Surianne

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Re: How strong was DD's "no" for prom?
« Reply #116 on: April 23, 2014, 11:58:10 AM »
"Okay" to me means yes, so I'm a bit confused as to why you and your daughter thought she said no.  I can't think of any way that "okay" could be interpreted as no.  Her original mention of other plans was a bit wishy-washy, and his buying the tickets did seem like a way to try to coerce her into a yes, but this whole situation seems like a miscommunication.  I'd suggest that you, as parent, stay out of it, and tell his mom that it was up to the kids to figure out.  It's a good idea for her to learn to say no in a clear manner as a teenager.  You can definitely coach her on that, of course.

The statement for which the "okay" was given was "I bought two tickets", not to the question "will you come with me to prom". If I reply "Okay" to the first one, it does not in anyway imply "okay, I will be using other of the tickets with you". It's "okay, I hear what you are saying." Furthermore, there is nothing wishy-washy about stating "I have other plans, I'm not going". That is perfectly clear in any and every situation. I can see of course that hopeful boy (or anyone really) will hear what he want's to hear, but that really is not daughter's problem.

Not to mention that even if "okay" did mean yes, the question at hand was "(will you) Let me know if you change your plans"... which is a completely different question from "Will you go to the prom with me".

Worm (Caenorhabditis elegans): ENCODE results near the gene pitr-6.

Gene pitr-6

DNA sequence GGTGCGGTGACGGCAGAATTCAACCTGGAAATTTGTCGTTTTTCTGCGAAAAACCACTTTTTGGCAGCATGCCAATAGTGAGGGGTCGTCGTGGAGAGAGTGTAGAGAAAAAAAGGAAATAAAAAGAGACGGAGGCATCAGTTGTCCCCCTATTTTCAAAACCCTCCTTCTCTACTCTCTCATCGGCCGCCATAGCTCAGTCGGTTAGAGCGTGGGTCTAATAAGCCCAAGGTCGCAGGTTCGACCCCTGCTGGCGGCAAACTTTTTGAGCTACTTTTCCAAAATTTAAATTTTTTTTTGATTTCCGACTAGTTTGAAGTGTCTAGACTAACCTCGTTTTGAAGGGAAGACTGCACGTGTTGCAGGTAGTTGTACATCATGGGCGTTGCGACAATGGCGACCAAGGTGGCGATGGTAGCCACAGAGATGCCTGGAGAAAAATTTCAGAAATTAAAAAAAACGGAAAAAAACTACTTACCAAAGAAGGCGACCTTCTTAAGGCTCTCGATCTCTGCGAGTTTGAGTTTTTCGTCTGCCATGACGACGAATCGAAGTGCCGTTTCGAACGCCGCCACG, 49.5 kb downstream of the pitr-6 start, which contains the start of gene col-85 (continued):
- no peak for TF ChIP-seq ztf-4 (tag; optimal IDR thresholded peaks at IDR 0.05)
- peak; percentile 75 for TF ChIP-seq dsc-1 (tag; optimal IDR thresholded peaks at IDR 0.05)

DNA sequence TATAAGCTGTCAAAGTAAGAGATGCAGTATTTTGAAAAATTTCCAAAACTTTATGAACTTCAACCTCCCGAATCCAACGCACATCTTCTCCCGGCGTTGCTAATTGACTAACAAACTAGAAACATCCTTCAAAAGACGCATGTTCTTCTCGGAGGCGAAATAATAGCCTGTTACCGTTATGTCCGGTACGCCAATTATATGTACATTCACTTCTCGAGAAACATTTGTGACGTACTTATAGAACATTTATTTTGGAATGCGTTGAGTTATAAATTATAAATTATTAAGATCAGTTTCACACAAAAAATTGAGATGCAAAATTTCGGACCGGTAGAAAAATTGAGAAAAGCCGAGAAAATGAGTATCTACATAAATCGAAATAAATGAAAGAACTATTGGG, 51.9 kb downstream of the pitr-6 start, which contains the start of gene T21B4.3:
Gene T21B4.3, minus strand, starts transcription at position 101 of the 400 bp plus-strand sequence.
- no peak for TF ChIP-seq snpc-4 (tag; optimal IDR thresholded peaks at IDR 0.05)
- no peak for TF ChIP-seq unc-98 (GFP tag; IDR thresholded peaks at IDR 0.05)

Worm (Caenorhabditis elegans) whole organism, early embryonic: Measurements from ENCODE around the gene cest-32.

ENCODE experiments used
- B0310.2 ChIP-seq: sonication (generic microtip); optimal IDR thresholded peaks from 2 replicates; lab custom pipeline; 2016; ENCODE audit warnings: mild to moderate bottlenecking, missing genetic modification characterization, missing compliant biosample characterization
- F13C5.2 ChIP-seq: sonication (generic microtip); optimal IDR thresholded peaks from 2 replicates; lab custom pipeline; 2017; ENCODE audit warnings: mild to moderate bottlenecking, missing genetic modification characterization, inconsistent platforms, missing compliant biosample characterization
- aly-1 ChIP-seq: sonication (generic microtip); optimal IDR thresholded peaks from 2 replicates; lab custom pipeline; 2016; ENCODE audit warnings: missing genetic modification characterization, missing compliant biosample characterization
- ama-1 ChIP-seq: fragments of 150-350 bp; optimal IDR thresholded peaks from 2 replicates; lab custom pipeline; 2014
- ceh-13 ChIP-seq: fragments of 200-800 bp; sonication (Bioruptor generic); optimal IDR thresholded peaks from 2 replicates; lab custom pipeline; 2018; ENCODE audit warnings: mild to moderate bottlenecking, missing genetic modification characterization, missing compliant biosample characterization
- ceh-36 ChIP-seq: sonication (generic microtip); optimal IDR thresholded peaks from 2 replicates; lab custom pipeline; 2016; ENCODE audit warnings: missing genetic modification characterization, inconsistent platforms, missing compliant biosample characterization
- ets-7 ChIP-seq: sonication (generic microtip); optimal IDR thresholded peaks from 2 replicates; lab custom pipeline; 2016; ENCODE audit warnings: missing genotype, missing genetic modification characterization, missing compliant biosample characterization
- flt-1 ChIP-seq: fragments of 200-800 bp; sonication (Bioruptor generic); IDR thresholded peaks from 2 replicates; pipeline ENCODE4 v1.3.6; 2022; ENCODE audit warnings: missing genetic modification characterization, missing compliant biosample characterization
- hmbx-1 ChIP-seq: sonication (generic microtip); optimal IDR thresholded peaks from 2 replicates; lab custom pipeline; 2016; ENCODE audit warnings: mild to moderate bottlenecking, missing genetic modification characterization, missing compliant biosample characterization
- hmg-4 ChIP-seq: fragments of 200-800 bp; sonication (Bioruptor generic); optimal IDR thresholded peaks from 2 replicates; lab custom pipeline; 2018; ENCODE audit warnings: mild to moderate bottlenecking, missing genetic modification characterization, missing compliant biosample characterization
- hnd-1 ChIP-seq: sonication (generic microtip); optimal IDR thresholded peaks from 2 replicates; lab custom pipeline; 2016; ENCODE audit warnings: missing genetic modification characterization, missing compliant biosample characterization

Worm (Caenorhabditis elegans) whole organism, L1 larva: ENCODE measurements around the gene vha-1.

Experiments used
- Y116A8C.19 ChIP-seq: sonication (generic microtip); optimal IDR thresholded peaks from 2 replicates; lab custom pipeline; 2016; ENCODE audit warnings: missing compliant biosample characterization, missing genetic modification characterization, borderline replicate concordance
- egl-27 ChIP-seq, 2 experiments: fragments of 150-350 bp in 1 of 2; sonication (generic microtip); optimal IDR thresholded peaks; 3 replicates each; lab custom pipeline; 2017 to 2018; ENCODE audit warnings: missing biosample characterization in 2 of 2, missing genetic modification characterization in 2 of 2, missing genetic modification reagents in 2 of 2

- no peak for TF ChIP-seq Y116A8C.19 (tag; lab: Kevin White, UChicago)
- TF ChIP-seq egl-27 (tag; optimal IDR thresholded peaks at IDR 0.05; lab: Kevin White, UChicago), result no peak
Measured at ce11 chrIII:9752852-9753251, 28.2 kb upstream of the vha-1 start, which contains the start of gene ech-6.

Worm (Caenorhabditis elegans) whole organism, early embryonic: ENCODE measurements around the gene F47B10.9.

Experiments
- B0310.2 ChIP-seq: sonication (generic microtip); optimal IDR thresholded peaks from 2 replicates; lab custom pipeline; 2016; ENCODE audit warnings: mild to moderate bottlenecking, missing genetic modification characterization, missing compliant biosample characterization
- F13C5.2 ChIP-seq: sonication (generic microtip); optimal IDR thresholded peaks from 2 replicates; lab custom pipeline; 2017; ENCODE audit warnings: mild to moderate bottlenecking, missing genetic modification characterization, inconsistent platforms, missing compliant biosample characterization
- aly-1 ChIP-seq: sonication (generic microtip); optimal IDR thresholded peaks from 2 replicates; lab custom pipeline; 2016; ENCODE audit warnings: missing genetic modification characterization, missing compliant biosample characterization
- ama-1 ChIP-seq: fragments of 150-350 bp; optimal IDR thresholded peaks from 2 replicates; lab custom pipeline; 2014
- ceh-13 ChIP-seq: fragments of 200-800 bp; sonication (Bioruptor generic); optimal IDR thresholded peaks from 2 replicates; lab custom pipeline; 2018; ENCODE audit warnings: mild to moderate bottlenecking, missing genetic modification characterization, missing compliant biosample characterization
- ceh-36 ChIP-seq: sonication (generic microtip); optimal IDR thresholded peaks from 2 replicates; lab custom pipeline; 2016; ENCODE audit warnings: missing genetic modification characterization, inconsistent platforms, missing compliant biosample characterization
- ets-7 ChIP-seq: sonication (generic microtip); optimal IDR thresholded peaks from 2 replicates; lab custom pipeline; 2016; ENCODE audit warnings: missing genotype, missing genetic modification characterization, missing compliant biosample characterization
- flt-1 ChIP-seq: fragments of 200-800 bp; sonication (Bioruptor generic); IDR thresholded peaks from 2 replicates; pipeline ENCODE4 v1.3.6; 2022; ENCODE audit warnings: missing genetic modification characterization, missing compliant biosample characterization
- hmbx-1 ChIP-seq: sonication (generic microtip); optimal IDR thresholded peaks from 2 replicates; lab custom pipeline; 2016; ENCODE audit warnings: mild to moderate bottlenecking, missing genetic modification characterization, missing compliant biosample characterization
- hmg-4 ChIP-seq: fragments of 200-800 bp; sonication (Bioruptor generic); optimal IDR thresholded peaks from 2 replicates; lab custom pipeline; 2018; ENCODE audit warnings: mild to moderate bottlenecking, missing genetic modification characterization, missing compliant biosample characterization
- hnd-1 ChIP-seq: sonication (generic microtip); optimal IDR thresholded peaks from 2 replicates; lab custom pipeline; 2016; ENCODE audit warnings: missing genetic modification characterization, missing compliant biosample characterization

^^^^^ THIS. Exactly this. He asked her to go to prom. She said no, she would not go to prom. He asked her to let him know if her plans changed. She said ok, she would let him know if her plans changed. It's unfortunate if he was confused or misinterpreted.

My post was actually on page 2, so I'm not sure why it's suddenly being picked apart now on page 8.  Let's just agree to disagree on my post, since I don't think debating it will be of any use to the OP. 

I'm happy to see  the OP's update, where it sounds like both her daughter and the boy behaved very reasonably and politely toward each other, and the issue is resolved. 

Julsie

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Re: How strong was DD's "no" for prom? update 102
« Reply #117 on: April 23, 2014, 02:23:00 PM »